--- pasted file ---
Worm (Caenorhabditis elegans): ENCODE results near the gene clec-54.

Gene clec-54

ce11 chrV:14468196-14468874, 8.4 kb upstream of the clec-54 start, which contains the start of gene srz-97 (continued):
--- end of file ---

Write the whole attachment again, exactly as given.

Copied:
Worm (Caenorhabditis elegans): ENCODE results near the gene clec-54.

Gene clec-54

ce11 chrV:14468196-14468874, 8.4 kb upstream of the clec-54 start, which contains the start of gene srz-97 (continued):